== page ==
33 Further, I accepted that all of the work undertaken by the liquidators, during the administration and in the liquidation, can properly be considered to relate to the trusts pursuant to which Halifax AU holds the commingled trust funds.
34 The work undertaken in the course of the administration and the liquidation to 31 August 2019 has been overwhelmingly directed to preserving investor funds and determining how they may be returned to investors. As there is a deficiency in the trust funds and the investors are unsecured creditors of Halifax AU, I accepted that any general liquidation work also relates the trusts.
35 Accordingly, I accepted that the liquidators were entitled to apply funds from the commingled trust funds identified above in payment of their remuneration in such amounts as may be determined by the Court.
Quantum of remuneration
36 The liquidators had not been paid any remuneration or any amount on account of expenses (principally debts to solicitors and counsel) in respect of work performed, either as administrators or liquidators of the company.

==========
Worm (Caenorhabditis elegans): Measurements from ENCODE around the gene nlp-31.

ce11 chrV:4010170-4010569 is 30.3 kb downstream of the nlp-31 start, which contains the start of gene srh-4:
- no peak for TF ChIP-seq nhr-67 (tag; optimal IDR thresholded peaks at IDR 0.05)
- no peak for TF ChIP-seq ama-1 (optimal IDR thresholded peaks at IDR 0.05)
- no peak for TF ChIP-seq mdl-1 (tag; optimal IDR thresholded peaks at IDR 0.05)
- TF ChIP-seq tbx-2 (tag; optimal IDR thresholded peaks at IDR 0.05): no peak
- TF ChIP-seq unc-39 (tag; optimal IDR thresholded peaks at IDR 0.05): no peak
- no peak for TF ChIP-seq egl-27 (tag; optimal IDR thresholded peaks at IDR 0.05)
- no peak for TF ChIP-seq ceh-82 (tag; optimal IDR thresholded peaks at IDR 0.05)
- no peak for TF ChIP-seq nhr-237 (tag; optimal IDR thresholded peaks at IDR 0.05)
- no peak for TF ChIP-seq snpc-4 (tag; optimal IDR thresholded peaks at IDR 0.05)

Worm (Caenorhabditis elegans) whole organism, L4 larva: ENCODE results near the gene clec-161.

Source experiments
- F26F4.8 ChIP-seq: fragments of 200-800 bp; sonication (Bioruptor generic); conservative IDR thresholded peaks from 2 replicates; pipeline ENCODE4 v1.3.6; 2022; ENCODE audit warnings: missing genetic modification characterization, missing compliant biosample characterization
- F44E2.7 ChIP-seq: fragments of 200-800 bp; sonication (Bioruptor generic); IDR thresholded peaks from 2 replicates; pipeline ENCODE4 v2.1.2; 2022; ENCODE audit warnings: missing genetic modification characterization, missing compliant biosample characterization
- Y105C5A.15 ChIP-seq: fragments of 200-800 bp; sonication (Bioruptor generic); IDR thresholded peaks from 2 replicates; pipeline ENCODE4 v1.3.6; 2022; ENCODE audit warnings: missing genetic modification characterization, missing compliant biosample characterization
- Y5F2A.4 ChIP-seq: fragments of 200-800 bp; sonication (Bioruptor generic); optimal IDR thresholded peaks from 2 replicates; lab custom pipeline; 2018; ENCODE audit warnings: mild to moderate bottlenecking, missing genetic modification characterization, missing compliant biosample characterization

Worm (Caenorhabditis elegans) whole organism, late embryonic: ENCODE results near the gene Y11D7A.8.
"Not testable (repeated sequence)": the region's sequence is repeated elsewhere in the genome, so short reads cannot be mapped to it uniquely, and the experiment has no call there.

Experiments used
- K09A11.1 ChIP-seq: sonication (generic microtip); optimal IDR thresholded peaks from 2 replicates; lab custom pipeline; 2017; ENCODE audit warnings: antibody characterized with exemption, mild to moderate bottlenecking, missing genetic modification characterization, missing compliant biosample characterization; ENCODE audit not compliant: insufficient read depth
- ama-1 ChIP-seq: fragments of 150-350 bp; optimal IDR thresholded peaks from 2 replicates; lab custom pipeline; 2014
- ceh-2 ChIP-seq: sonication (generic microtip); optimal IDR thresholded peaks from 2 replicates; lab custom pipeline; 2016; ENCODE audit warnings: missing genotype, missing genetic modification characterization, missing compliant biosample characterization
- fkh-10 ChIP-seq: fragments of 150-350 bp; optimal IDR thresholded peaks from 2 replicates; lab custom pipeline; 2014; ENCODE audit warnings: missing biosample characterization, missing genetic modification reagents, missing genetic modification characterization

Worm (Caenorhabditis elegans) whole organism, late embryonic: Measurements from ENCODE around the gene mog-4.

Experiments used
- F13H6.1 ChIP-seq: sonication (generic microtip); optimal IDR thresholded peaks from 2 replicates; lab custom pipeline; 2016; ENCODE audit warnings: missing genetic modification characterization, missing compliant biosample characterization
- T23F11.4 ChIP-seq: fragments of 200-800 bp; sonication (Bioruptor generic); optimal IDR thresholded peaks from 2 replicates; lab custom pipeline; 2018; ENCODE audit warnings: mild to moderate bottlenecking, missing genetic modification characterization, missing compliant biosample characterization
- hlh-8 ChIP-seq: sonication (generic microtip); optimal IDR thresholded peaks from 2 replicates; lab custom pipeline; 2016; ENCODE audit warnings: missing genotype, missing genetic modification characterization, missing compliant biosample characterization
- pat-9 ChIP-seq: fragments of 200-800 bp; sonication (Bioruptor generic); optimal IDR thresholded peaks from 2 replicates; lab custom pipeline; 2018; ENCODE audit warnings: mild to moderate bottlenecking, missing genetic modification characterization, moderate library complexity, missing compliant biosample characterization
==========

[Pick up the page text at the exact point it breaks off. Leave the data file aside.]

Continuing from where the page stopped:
37 Mr Kelly’s September 2019 affidavit describes in significant detail the work for which the liquidators seek remuneration. The affidavit also sets out the process undertaken to ensure that the amounts claimed are for work that was “proper and necessary”. The figures are net of write-offs which followed a review to ensure that the amounts claimed were proper and necessary.
38 At the second meeting of creditors on 20 March 2019, the following resolution was passed:
That the Creditors have no objection to the remuneration of the Administrators, as set out in the Remuneration Proposal dated 12 March 2019, for the period from 23 November 2018 to 28 February 2019 be fixed in the amount of $1,444,681.50 plus applicable GST.
39 Further, on 20 September 2019, the liquidators held a meeting of the Committee of Inspection, at which consideration was given to the liquidators’ report on remuneration and internal disbursements dated 18 September 2019 in respect of remuneration for the period 1 March 2019 to 31 August 2019.